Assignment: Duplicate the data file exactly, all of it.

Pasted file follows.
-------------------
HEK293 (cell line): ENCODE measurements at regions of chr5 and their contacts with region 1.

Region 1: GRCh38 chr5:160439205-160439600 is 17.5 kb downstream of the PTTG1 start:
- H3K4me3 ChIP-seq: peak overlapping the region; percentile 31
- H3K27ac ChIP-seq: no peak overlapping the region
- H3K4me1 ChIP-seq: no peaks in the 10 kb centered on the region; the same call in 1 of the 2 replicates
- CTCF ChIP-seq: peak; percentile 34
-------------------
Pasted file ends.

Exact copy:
HEK293 (cell line): ENCODE measurements at regions of chr5 and their contacts with region 1.

Region 1: GRCh38 chr5:160439205-160439600 is 17.5 kb downstream of the PTTG1 start:
- H3K4me3 ChIP-seq: peak overlapping the region; percentile 31
- H3K27ac ChIP-seq: no peak overlapping the region
- H3K4me1 ChIP-seq: no peaks in the 10 kb centered on the region; the same call in 1 of the 2 replicates
- CTCF ChIP-seq: peak; percentile 34